Reviews - What do customers think about The Third Funeral?
Reviewed by Velma Daniels, Professional Reviewer Sep 20, 2003
"One of the most powerful heart rendering endings ... the author finished the story in a most perfect way -- a way that can change a life", August 24, 2003
Kevin Bowen cleverly reintroduces archeologist Dr. William "Wil" Wilson and his wife, Hope, a New York Times correspondent, from his first book, "Wil's Bones". But, somehow knowing about Wil and his childhood, his discovery and his mistake in Wil's Bones, makes this second book even more shocking and even more troubling. These two books are different from any I have ever read. The Third Funeral has a like ness to the "Left Behind" series.
Right from the first chapter, there is a plane crashing into an oil refinery, and Hope Wilson is an eye witness. Before the reader has taken a deep breath, there is a fierce cover-up by the airline, and Hope finds herself in the middle. The author cleverly stages two funerals that are very different, and the reaction of Wil and Hope begins the upward, downward spiral of thinking about issues that no one wants to face -- death. Just as the story begins to level out, in pops an anonymous tip from someone at the funeral -- and, if you figure out who this person is within the story, then you are a good detective. I did not have a clue.
One of the most powerful heart rendering endings is spelled out between Wil and Hope. What a challenge it is to the reader as the story shows Hope loving her husband so deeply that she can bear to think of them parting for eternity. What will Wil do? Honestly, I wanted to rewrite the ending, but the author finished the story in a most perfect way -- a way that can change a life. Get a copy of this book today.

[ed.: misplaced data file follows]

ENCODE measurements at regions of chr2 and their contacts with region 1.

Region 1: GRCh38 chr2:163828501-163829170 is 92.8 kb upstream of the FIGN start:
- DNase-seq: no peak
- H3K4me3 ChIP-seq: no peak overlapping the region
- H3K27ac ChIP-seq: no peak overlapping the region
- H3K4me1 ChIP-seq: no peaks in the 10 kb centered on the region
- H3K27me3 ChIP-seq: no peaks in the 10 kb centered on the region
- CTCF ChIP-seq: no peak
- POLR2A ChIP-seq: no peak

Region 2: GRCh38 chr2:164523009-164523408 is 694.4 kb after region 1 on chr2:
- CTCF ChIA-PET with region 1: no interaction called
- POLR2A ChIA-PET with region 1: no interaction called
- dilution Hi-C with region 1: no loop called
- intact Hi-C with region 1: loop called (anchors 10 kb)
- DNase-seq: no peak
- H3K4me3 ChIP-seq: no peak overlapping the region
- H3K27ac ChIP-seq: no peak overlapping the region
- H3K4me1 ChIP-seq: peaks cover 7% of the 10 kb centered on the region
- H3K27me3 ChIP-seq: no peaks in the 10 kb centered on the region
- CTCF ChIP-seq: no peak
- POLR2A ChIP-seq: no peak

A compelling and thoughtful read Jul 27, 2003
Kevin Bowen authored his first book, Wil's Bones after owning a health care consulting business, owning a bed and breakfast, and managing several nursing care facilities. He has since toured and lectured around the country on behalf of his book, was a guest on several radio and TV shows, and made book signing appearances. He holds a Master of Divinity from Fuller Seminary; a M.A. in Health Care from California State in L.A. and a B.A. in History from the University of Washington. He resides in Port Townsend, WA with his family and animals.
In The Third Funeral, Wil and Hope Wilson return. They are now married and have a son, Steven. A car accident and a plane crash determine their fate for the next few months. A young girl is killed who is the daughter of a friend of theirs, and the plane crash involves some dirty dealing by a company called Freedom Airways. Their new CEO, Brad Stinson, is covering up a conspiracy, and Hope's journalistic appetite leads her into the heart of the demon. In the meantime, Wil is reuniting with his mother and coming to terms with the damage done to his faith by his abusive father, who used religion in a punishing manner. But when Steven is kidnapped by an old enemy, Brad the enemy turns into Brad the helper:
"'Ten years ago,' Brad began his story, 'before I became a successful businessman, I was married to a wonderful woman named Adriana. We had met two years previously and were married less than three months later. We had planned to wait before having children, but...well...things don't always work out the way they are supposed to...and Adriana got pregnant. Ten years ago, while we were shopping on Fifth Avenue in New York, we were attacked by three muggers. One of them was jerking Adriana's purse, which was wrapped around her arm. She was going to give it to them...Adriana slipped. She fell away from me and into the street precisely as a taxi was passing..."
As in Wil's Bones, Kevin Bowen uses the author forum to examine religious beliefs and the afterlife in The Third Funeral. Although his beliefs are fairly clear, he manages to write a devastatingly great tale while keeping the various great religious questions we all have running in an interesting and informative undercurrent to the story. A compelling and thoughtful read.